The last few weeks have seen a tipping point for same-sex couples in Europe and the United States. Sweden became the fifth European country to legalise same-sex marriage. And Iowa and Vermont become the third and fourth US states respectively to do the same, after Massachusetts and Connecticut led the way.
These were no ordinary developments. Sweden came to realise that civil unions aren’t "equality". Vermont became the first US state where change was driven by the legislature. Iowa was the first mid-western state to achieve marriage equality. It was only in 2004 that 13 American states voted to make same-sex marriage constitutionally impossible. Life back then seemed bleak for supporters of equality, but how quickly things change.
The Rudd Government’s reforms regarding the treatment of same-sex couples under federal law are now becoming old. And they are by no means comprehensive, because of the one glaring omission: marriage.
Governments can grant financial equality in taxation, superannuation, Medicare, etc, as much as they like. And that’s a good thing. But state-sanctioned prejudice simmers perniciously while the dominant institution in society recognising the value and importance of relationships declares same-sex couples unworthy.
The obstacle to reform is no longer the hysterical anti-gay arguments of the past opposing equality, which have little credence now. Today’s problem is lethargy and inaction from politicians seeking an easy ride in office.
It has been said that gays and lesbians have other priorities to focus on, from anti-gay violence, rising HIV/AIDS rates and oppression abroad. Indeed, they are top priorities. But that argument neglects one thing: that the subordinate social and legal status of same-sex relationships is intricately connected to them all. The equal marriage campaign is about more than frocks and white-picket fences.
In 2007 the respected pollster, Galaxy, found that 57 per cent of Australians would allow same-sex couples to marry. Since that time, Victoria and the ACT have introduced their versions of civil unions — clearly out of frustration at the inaction of their federal counterparts. Tasmania pioneered such measures in 2003. The sky did not fall in. Given how quickly state civil unions were embraced, it seems that support for equal marriage is only likely to grow.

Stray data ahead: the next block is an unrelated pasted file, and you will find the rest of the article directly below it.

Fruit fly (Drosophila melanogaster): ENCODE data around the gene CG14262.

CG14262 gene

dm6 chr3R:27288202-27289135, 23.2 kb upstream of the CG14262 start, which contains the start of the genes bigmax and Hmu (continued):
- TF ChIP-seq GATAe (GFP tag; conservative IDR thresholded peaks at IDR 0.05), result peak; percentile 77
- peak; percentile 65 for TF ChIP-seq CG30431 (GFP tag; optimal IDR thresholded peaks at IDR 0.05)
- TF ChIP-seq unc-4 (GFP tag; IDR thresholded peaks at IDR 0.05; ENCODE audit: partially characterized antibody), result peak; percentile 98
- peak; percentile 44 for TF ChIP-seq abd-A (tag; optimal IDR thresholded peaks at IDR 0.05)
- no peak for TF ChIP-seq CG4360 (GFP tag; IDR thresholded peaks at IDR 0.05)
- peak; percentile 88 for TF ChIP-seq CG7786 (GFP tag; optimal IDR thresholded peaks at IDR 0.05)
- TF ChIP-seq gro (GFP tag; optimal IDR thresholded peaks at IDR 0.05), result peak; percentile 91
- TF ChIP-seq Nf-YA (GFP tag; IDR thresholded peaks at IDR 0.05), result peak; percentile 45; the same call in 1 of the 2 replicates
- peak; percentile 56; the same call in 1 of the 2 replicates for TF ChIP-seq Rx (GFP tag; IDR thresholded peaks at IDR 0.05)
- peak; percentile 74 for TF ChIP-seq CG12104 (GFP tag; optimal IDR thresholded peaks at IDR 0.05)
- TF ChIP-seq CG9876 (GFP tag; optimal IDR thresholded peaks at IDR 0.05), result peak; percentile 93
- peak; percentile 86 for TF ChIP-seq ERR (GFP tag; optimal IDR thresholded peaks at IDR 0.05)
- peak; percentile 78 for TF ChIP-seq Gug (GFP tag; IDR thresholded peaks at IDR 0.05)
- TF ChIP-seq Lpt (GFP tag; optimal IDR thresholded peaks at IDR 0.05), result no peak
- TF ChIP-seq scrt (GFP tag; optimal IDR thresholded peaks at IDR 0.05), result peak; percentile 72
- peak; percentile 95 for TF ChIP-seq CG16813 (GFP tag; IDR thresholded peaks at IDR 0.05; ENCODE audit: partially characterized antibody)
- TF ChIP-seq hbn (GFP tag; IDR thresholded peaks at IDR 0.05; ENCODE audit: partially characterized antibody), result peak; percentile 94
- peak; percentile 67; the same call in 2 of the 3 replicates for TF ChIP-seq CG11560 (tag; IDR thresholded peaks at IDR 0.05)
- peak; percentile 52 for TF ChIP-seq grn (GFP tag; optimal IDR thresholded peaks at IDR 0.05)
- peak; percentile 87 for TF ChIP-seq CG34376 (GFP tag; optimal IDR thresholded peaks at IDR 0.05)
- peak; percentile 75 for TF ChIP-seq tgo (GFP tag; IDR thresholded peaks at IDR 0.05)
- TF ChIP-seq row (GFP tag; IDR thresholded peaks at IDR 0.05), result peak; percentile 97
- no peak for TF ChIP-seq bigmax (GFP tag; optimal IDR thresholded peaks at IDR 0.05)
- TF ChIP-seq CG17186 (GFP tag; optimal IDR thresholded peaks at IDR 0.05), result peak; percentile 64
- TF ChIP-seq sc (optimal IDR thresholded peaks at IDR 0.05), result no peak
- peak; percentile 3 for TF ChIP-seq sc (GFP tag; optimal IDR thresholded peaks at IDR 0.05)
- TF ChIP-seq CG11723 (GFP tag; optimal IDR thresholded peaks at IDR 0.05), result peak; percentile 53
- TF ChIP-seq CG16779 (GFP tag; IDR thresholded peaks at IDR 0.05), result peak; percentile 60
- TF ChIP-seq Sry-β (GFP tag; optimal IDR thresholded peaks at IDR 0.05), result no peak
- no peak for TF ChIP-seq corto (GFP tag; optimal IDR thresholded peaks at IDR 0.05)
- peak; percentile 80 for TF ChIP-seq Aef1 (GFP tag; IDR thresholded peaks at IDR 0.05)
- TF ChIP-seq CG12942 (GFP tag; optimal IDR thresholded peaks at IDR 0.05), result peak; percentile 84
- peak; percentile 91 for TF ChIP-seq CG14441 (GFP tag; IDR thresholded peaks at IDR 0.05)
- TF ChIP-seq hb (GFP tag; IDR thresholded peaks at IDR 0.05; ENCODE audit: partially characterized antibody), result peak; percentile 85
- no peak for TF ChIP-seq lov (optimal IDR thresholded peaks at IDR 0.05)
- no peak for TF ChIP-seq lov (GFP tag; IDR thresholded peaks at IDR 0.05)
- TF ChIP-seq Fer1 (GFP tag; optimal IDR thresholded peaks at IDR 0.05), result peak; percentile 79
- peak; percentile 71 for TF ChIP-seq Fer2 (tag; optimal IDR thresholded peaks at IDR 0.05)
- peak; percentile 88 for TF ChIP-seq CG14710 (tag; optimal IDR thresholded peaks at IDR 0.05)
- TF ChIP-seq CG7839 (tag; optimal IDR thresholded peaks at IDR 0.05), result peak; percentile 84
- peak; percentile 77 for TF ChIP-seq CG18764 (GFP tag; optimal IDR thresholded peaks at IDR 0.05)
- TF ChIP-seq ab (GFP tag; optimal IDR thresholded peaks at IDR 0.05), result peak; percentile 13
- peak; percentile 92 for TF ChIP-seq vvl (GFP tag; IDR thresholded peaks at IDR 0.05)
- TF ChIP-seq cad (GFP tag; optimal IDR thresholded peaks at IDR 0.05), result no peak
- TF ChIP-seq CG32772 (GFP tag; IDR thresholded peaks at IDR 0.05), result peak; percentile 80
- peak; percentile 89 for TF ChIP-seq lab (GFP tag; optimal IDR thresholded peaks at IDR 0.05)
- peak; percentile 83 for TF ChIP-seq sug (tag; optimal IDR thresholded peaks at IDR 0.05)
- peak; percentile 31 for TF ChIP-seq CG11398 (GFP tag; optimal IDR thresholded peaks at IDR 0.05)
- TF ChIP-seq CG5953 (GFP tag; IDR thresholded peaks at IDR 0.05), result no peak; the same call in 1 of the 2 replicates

Despite this support, the Rudd Government remains stuck in its opposition to the idea. When challenged, their response is to spruik their past reforms, and to reaffirm their conception of marriage as being "between a man and a woman". Only three federal Labor MPs have had the guts to publicly endorse full equality.
Given this opposition, where can same-sex couples turn to for signs that their relationships will one day be recognised? Like all social change in democracies, change will come from the people. And that mood for change will become more apparent in the coming months.
What, then, is holding the Rudd Government back? Two things: a belief that not enough people support equal rights, and that those who do don’t support it strongly enough. Two implications flow from this: that those who believe in equality need to come out, so to speak, and those who already have voiced their convictions need to ensure that they are not quietly brushed aside.
Federal ministers have claimed (somewhat circularly) that they oppose same-sex marriage because it is Labor’s policy to do so. No justifications are given. Given this arrogant refusal to engage with the public, the focus then becomes the Labor policy-making process. That is, the triennial ALP National Conference, which opens on 30 July this year.
The conference is the forum where policies are put on the table and debated. It is the chance for their members to rethink same-sex marriage. And it is the public’s chance to raise matters of concern. That’s why gays, lesbians and their supporters are marking it in their diaries.
On Saturday 1 August, the fifth "national day of action" for marriage equality will commemorate the point in 2004 that same-sex marriage was explicitly ruled out by both major parties. This year, that sad anniversary will conveniently coincide with the ALP National Conference.
Organisers of this year’s event are planning to stage the largest illegal gay wedding in the world. It is designed to create discussion and reflection in the broader community. And with any luck, it will challenge equality-supporters in the ALP to finally take a stand to overturn their outdated marriage policy at the National Conference.
Australians are ready to embrace their friends and family members in same-sex relationships. It’s time we ensured the law does too.
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